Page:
Another Australian airport has turned to solar energy to reduce its consumption of coal-generated electricity from the grid, with the installation of a 99kW PV system on the roof of the Longreach Airport in Queensland.
The 396-panel system was installed by Mount Isa -based Q Energy and, with an average annual production of 205,000kWh, is expected to provide 95 per cent of the airport’s daytime energy needs, and trim between $30,000-$40,000 off its annual power bill.
Longreach Airport COO Kevin Gill said the move to solar was motivated by both social responsibility and by the savings on grid power consumption which, in a climate with average summer temperatures of 36°C, is driven by the need for energy-intensive terminal air-conditioning.
“Our current annual energy costs from the coal generated grid is between $40,000 to $50,000 but the installation cost of our solar system is into six figures so even with the considerable financial saving it will take a number of years to recoup the cost,” Gill said. “But to us the real winner is the environment, as we are focused on sustainability.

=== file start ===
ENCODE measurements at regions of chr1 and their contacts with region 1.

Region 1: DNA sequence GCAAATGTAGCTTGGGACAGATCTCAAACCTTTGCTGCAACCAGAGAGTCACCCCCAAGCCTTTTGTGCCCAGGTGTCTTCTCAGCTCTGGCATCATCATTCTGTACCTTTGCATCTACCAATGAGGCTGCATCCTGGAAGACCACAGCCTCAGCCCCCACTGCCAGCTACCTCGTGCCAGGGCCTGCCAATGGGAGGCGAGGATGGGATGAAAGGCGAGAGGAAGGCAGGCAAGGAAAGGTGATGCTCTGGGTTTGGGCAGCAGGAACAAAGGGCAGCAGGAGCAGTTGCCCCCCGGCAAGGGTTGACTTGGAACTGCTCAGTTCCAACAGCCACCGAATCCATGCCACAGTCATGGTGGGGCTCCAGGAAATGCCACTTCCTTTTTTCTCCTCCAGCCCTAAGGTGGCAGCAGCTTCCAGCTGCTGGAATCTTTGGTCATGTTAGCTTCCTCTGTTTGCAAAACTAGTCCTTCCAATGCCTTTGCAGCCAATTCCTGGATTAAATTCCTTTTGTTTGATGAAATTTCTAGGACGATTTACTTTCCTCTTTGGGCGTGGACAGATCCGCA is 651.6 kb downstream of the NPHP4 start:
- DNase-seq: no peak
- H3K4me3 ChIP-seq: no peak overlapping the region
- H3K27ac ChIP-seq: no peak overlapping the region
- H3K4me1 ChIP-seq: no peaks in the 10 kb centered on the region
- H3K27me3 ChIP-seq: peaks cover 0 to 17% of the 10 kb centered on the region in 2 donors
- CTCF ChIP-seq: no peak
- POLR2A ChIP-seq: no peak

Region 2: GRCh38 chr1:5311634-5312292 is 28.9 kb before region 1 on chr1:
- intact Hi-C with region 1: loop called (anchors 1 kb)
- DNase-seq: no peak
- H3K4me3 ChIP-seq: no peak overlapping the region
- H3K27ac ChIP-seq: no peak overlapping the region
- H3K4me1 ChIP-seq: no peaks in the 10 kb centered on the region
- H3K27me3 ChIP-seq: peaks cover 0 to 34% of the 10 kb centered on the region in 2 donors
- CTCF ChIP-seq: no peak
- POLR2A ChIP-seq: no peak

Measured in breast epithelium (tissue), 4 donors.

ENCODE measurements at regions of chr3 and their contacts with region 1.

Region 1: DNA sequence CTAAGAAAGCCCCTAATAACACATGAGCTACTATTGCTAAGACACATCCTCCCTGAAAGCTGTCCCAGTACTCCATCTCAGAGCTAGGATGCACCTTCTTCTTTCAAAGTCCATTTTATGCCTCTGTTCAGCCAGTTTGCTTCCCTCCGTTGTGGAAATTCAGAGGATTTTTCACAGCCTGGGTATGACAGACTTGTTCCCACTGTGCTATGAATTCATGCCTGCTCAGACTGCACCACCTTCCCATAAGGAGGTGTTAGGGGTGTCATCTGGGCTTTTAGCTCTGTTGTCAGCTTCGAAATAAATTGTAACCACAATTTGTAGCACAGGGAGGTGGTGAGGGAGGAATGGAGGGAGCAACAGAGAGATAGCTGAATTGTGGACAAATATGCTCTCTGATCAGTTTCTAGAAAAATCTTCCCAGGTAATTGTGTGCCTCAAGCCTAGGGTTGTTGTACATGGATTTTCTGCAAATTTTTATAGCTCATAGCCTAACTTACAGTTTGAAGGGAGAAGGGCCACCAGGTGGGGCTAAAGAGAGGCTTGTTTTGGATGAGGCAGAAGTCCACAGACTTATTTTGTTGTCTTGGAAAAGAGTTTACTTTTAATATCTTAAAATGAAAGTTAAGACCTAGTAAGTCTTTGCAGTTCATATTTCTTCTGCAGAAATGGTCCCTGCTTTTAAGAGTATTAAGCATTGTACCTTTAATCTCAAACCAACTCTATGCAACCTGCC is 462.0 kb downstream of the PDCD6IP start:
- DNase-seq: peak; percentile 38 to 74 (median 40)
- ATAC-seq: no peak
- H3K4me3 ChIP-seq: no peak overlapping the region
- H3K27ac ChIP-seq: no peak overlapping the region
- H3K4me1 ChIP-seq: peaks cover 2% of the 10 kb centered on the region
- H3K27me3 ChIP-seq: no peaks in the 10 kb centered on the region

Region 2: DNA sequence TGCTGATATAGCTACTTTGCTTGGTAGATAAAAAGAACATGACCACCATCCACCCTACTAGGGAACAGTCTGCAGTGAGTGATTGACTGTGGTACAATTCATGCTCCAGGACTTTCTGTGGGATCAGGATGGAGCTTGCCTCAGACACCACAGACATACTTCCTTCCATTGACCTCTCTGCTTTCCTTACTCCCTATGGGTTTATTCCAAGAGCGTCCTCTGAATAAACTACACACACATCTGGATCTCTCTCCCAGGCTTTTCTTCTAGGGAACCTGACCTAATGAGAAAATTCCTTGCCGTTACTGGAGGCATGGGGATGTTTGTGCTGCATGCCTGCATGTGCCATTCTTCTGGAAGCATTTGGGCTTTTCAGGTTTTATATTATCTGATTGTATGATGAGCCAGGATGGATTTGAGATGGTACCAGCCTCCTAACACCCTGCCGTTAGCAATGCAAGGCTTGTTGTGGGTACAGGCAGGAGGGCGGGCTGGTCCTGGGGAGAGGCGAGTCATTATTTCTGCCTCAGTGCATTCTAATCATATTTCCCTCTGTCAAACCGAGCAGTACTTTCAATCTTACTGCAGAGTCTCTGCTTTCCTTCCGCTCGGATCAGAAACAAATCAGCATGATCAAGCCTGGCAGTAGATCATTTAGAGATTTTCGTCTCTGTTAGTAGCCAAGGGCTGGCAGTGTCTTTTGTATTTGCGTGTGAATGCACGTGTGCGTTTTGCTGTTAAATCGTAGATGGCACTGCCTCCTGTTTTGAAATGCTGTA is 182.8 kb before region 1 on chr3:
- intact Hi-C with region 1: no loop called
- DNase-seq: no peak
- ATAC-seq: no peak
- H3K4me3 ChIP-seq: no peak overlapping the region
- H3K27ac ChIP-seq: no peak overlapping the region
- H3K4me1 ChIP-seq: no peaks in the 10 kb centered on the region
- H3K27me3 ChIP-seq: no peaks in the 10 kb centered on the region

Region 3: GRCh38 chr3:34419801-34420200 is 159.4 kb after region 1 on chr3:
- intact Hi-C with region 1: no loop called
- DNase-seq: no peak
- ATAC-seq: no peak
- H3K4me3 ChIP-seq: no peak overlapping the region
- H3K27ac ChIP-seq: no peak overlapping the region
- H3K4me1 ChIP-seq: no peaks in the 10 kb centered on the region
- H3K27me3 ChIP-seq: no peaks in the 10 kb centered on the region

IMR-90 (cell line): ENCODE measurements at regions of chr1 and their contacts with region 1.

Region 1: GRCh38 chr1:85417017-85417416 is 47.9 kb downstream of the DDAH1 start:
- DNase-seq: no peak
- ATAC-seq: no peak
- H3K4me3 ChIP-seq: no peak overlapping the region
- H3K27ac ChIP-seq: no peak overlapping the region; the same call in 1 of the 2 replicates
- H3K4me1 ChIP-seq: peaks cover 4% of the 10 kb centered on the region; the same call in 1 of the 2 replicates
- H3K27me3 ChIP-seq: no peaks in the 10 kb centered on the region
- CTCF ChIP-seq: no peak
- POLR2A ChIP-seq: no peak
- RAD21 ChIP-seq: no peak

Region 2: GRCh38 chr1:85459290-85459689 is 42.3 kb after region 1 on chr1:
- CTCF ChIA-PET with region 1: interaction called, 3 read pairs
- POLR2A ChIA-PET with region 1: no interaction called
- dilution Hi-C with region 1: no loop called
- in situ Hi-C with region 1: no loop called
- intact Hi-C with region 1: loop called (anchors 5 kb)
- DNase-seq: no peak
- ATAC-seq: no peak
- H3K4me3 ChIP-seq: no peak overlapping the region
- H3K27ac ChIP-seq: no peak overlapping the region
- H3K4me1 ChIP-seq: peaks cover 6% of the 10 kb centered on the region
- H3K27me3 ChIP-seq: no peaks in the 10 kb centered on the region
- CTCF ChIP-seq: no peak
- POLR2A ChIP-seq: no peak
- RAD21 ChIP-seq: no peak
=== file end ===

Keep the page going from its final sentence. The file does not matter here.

Indeed, Longreach Airport’s parent company, Queensland Airports Limited has plans for its other airports in Queensland including Gold Coast, Townsville and Mount Isa.
“At Mount Isa we expect to start on a new solar covered car park in a couple of months, while we are seriously considering solar at Townsville as part of a major redevelopment,” said Gill.
Q Energy Solutions’ Matt Brewster said the Longreach Airport solar installation had been straight forward, and operating via SMA Sunny Tripower SMA STP25000TL-30 inverters, would give zero export functionality, according to Ergon Energy network requirements.
“The inverters ramp up and down their output to match the site load and no power feeds back into the Ergon network,” he said.
“The terminal roof is flat and we designed the system to utilise as much area as we could to achieve the maximum result of 205,485 kWh per annum.
“This more than satisfies the current peak load of 68 KW during the hours of 9am and 5pm seven days a week with three commercial ducted air conditioners consuming most of the power,” he said.